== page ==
The songs that followed explored new sonic territory, reminding me of the Mahavishnu Orchestra if they had listened to more roots rock. (That comparison doesn’t really cut it, but it’ll have to suffice.) Technical virtuosity never eclipsed tunefulness however (thankfully!); like skilled lion tamers they repeatedly reined in the random chaos of crazed musicianship to serve the songs and not their own egos.

The second half of their set revealed more expansive vistas, musically reminiscent of the formation of stars out of the glittering flecks of interstellar dust. Every chord seemed like it was soaked with transcendence; the “liturgical” portion of their self-styled “liturgical post-rock” suddenly seemed peculiarly apt. They were certainly post-something, but rock? Nah- if anything, their sound is a museum of rock history. The seamless weaving together of different time signatures in these last few tunes had such immediate pop gratification behind them that the changes were almost imperceptible until you went to tap your foot on a downbeat and you realized with a start that it had just become the second beat of a new measure.

The lyrics often had a directness suggestive of snippets from actual conversation or of genuine, unaffected prayer. The simplicity didn’t convey the artless sloth so many musicians and would-be poets, lashed to the helm of modern free verse’s sinking ship, tie their own noose with; no, the lack of adornment to these words showed that the depth of feeling originating in the personal experiences that provoked these pleas and the depth of the biblical allusions that the words knit themselves to would make any further poetic massage superfluous- it would actually kill the panorama of emotion by corrupting the unfeigned childlikeness of the faith presented in those lyrics. There is an earnestness that can’t support the weight of flowery rhetoric- it is fragile in its vulnerability, and it will be crushed. As an example, the final song’s closing lyrics were,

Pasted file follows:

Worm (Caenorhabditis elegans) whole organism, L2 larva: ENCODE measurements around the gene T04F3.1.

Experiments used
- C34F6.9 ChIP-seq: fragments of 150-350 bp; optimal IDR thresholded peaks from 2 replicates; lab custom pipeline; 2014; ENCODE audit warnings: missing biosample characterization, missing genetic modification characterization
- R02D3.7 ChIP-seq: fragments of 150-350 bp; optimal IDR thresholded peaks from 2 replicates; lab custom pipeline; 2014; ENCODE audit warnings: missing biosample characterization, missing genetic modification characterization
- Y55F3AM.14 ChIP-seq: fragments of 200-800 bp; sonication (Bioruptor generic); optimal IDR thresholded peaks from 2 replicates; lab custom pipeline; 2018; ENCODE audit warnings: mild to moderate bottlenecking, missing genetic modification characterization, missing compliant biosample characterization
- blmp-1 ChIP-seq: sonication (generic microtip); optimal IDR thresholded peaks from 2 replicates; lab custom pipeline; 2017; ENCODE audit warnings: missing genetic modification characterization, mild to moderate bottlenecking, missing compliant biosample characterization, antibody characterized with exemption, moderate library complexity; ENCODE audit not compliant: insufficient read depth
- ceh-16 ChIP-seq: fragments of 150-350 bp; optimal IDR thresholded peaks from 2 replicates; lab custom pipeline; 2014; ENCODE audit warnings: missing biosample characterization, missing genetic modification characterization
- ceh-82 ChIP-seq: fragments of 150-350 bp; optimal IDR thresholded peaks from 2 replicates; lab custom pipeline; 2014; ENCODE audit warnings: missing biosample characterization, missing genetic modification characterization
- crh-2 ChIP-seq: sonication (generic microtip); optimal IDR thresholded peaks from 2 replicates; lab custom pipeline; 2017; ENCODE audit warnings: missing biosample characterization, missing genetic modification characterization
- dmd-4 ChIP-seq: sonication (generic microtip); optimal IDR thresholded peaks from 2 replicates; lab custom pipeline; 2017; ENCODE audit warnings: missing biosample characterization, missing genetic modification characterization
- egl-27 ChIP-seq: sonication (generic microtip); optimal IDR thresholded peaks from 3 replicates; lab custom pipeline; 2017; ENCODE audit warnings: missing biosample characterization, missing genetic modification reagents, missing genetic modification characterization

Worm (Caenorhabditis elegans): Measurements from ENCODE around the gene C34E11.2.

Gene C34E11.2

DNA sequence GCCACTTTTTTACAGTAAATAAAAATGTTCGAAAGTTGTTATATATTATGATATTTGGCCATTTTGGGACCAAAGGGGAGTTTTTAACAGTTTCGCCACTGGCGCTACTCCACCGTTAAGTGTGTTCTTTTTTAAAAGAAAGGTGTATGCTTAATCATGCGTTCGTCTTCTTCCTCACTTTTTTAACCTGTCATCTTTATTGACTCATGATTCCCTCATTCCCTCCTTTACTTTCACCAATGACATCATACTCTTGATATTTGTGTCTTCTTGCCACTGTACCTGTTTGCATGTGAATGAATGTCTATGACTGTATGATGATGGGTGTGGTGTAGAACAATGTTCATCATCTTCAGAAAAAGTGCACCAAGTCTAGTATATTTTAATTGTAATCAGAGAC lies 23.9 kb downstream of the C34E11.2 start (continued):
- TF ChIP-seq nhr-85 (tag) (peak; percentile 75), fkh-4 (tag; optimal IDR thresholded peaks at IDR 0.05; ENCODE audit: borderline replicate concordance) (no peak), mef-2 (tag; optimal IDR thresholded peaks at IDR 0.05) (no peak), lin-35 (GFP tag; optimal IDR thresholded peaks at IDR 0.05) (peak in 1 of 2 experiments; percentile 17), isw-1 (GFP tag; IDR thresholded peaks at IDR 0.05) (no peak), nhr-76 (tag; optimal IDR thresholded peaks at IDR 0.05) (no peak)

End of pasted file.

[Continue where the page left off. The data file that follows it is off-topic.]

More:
You make beautiful things
You make beautiful things out of the dust
You make beautiful things
You make beautiful things out of us

They repeated these two phrases in various phrasings and harmonies as a sort of contrapuntal mantra which deeply affected me. It seemed like a mission statement for the balance between contemplation and chaos throughout their set, which analogously seemed to mirror the grace of God that redeems, molecule by molecule, the ugly universe we inhabit.

I left a believer, stunned by the awesomeness we had just witnessed. At the same time I was perplexed: Why aren’t there more Christian bands with the chops, the eclecticism, or the vision (or better yet, all three) Gungor demonstrates with their music? Why is there such a dearth of creativity amongst believing musicians in the (broadly) pop realm? It doesn’t seem fitting for disciples to crank out such carbon copy, assembly line bubblegum to the glory of the Triune God. Gungor was a badly needed reminder that stretching the boundaries of musical convention and remaining relevant aren’t antithetical to being faithful and that, in fact, that’s precisely what we should be expecting consistently from Christians.

Be excellent to each other.